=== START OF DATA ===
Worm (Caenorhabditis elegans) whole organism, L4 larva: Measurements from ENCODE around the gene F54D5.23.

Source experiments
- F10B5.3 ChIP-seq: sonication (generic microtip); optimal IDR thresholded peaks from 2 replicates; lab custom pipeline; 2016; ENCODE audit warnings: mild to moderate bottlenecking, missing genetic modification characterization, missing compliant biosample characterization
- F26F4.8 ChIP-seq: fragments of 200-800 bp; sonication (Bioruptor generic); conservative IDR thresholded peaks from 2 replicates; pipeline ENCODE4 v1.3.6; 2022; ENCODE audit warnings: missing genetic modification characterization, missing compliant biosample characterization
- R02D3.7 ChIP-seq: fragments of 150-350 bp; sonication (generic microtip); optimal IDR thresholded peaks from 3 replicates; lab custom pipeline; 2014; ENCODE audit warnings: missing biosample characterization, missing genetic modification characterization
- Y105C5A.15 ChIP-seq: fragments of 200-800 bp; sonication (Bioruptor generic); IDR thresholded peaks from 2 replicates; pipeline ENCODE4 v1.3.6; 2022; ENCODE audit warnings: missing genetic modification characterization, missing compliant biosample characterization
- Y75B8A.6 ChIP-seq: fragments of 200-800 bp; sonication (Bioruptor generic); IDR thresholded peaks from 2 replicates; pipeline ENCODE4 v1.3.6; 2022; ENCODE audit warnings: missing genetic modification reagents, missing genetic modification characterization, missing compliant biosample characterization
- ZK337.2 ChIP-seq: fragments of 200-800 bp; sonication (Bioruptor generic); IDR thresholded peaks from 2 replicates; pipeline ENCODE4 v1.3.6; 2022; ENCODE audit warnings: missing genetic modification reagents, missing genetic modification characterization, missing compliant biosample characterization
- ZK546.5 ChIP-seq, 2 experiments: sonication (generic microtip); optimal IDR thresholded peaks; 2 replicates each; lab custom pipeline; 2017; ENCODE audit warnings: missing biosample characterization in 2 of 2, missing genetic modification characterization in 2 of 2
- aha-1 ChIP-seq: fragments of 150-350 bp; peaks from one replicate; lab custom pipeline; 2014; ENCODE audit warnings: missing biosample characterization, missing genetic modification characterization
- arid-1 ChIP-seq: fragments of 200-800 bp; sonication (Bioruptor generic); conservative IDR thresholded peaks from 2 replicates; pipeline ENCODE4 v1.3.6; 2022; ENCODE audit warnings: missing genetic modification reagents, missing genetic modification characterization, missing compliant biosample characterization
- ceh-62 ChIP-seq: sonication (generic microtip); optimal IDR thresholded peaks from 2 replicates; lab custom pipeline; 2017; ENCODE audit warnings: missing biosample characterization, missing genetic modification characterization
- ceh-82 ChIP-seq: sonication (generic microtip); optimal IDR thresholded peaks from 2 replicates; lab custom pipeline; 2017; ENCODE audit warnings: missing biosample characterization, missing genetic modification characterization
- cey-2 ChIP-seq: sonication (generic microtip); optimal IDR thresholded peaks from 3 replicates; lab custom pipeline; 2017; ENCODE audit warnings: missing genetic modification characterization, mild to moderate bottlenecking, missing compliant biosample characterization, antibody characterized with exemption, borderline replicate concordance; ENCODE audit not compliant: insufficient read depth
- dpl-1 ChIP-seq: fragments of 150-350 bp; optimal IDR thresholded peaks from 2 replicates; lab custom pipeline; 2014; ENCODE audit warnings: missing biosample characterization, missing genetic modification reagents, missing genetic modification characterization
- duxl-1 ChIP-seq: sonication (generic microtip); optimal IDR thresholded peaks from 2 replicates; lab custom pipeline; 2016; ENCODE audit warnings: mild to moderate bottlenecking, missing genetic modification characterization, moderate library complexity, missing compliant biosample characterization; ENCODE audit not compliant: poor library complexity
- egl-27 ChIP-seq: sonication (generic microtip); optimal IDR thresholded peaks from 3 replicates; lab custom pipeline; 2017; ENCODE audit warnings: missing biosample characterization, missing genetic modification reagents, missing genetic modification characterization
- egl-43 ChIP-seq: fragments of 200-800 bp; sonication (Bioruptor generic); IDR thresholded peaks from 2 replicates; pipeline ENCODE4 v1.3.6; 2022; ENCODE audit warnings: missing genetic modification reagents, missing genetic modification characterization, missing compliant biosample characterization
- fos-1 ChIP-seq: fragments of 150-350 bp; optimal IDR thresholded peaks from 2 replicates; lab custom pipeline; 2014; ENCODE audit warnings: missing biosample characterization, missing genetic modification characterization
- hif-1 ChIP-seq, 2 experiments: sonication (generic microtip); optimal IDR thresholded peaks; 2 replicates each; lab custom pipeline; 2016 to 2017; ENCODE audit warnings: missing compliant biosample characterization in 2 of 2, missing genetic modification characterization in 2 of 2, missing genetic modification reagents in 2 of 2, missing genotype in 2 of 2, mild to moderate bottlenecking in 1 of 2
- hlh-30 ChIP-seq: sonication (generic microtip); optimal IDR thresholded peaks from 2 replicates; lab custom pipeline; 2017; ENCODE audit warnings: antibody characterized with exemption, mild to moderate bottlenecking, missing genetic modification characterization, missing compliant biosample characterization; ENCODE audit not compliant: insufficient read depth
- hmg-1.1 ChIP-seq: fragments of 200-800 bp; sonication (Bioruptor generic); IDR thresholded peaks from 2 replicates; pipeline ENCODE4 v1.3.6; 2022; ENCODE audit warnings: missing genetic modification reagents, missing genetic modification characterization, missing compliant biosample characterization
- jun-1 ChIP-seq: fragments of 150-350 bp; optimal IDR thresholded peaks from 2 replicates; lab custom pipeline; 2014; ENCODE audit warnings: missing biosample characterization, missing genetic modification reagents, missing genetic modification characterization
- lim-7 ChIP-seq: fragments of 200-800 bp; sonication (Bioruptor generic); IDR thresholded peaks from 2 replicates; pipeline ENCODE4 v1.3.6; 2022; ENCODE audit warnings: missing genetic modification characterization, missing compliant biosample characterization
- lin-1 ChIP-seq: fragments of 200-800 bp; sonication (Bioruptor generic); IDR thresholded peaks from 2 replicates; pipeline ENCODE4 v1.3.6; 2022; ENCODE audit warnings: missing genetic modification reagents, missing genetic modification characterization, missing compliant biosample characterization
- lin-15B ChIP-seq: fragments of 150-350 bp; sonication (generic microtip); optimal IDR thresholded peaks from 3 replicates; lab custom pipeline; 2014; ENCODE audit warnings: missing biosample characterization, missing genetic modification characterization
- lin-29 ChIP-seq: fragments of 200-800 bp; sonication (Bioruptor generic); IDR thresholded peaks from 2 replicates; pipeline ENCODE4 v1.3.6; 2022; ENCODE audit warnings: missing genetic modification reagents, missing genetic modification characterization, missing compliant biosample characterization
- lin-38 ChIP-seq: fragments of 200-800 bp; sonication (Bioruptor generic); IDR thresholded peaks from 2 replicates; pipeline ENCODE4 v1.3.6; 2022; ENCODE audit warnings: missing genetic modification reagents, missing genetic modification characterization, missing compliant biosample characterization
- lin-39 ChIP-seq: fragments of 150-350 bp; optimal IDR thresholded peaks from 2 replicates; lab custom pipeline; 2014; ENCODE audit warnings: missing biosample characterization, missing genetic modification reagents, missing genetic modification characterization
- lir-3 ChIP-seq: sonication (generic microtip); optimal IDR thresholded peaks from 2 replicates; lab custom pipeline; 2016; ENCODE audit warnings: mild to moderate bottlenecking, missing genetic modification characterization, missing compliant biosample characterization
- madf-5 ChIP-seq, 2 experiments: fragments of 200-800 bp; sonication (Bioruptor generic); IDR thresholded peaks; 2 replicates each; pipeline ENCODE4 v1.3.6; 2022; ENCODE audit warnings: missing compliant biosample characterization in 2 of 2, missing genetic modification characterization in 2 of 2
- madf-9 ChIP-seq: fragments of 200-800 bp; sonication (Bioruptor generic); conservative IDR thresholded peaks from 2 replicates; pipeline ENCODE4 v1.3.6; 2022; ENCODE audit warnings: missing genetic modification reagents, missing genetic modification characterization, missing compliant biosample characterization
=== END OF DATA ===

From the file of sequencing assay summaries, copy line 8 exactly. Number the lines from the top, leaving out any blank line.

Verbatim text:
- ZK337.2 ChIP-seq: fragments of 200-800 bp; sonication (Bioruptor generic); IDR thresholded peaks from 2 replicates; pipeline ENCODE4 v1.3.6; 2022; ENCODE audit warnings: missing genetic modification reagents, missing genetic modification characterization, missing compliant biosample characterization